Personal animosity between KRG President Massoud Barzani and Prime Minister al-Maliki has made the chances of compromise between Erbil and Baghdad over disputed territory in northern Iraq that much harder to achieve. For example, in January 2009, Barzani stated: "We know that there is someone (al-Maliki) who wants to restore dictatorship in Iraq through the control of army and the police." The director if intelligence and security for the KRG, Masrour Barzani, likewise believes that al-Maliki is waiting for US forces to leave and then retake the areas held by federal troops prior to 2003. According to this rationale, only then will Baghdad sit down to negotiate with the KRG about disputed territory. Al-Maliki, for his part, maintains that the KRG has separatist tendencies.
The energy lynchpin
Al-Maliki's view is shared by many Arab nationalists, who believe that Kurdish authorities want to carve northern Iraq into a sovereign state sustained through massive oil wealth. Kurdish officials say that Iraqi Kurdistan has up to 45bn of Iraq's 115bn barrels of oil reserves - a figure that could increase to 65bn barrels in the unlikely event that all of northern Iraq's disputed areas come under the control of the KRG. The Kurds, meanwhile, continue to complain about delays in payments from Baghdad of their 17% share of the national budget, adding that the federal government has even threatened to cut the region's budgetary entitlements.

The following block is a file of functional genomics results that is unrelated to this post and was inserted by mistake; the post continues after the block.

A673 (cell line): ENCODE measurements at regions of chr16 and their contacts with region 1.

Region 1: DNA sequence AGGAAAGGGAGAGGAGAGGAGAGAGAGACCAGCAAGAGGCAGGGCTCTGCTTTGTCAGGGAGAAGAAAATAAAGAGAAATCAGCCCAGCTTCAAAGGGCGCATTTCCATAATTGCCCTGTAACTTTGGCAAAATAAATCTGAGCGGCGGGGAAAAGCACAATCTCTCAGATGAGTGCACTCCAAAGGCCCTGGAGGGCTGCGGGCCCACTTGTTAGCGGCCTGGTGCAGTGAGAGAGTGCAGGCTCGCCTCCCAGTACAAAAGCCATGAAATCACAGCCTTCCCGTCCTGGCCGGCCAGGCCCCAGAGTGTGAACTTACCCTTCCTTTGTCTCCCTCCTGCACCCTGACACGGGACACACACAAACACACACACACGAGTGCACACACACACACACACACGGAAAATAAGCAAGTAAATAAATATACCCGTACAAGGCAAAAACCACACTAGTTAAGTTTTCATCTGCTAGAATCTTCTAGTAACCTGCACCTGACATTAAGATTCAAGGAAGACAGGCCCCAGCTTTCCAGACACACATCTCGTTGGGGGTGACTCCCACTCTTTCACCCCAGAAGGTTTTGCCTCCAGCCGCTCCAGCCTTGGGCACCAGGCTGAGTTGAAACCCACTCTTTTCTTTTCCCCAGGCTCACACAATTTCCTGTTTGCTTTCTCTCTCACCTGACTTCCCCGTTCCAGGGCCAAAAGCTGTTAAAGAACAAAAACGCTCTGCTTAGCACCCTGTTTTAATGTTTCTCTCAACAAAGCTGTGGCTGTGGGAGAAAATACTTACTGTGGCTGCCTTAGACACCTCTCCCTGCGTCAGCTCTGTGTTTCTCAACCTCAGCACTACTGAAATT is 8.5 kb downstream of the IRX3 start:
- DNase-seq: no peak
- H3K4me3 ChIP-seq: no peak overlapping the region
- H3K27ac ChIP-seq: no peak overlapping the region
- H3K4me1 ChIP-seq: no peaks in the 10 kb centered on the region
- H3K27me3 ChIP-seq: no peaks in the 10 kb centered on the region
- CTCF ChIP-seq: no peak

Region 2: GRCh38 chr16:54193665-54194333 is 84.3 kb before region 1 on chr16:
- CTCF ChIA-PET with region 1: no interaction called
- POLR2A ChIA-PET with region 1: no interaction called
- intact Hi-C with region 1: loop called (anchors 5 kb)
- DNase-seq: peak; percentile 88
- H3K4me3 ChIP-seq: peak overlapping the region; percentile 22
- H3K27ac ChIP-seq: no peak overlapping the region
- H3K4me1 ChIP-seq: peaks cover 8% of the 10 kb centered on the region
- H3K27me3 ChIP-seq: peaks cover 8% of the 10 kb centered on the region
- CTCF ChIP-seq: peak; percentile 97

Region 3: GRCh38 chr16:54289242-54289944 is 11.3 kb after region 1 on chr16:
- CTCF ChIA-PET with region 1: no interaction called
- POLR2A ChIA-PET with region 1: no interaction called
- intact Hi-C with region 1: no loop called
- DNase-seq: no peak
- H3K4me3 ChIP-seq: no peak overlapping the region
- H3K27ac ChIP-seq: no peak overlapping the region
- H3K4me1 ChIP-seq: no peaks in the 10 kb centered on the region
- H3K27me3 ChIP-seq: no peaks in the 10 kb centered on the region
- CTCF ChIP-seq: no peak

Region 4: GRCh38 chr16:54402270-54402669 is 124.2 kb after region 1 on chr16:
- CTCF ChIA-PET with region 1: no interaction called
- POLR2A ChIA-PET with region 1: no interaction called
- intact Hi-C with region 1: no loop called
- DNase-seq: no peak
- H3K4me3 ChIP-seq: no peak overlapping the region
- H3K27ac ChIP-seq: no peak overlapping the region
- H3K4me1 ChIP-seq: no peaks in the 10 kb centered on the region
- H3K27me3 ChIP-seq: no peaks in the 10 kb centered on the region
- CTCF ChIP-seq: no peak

In this context, it is little surprise that Erbil was angered in late-June 2009 by Baghdad's failure to consult prior to holding an auction for six oil and two gas fixed-fee oil service contracts, including for the Bai Hassan and Kirkuk fields in northern Iraq's Tamim governorate. Kurdish politicians point out that the federal government's failure to engage and discuss the plan with the KRG prior to the auction was unconstitutional, and that the federal oil ministry does not have the right to tender these fields until the status of the disputed Tamim governorate is resolved. Although the service contracts for the Bai Hassan and Kirkuk fields have not yet been awarded, Baghdad's unilateral approach to granting service contracts may have encouraged Erbil to hold its vote on the draft constitution in the regional assembly earlier than planned.
The high risk of a military conflict erupting between the KRG and central government could in fact force the two sides together as it not in the interest of either to plunge the country into a civil war. Yet, Baghdad and Erbil have failed to put in place mechanisms to avoid inadvertent military conflict, or its escalation. Concerningly, the US has not managed to establish consensus or a greater degree of trust between the Iraqi Kurds and Arabs. The risk of such a conflict erupting will therefore increase if Washington sticks to its plan to withdraw all US forces from Iraq by 2011, and Erbil and Baghdad continue to provoke each other. The withdrawal would effectively remove an external military force that could intervene should ethnic and sectarian conflict escalate further.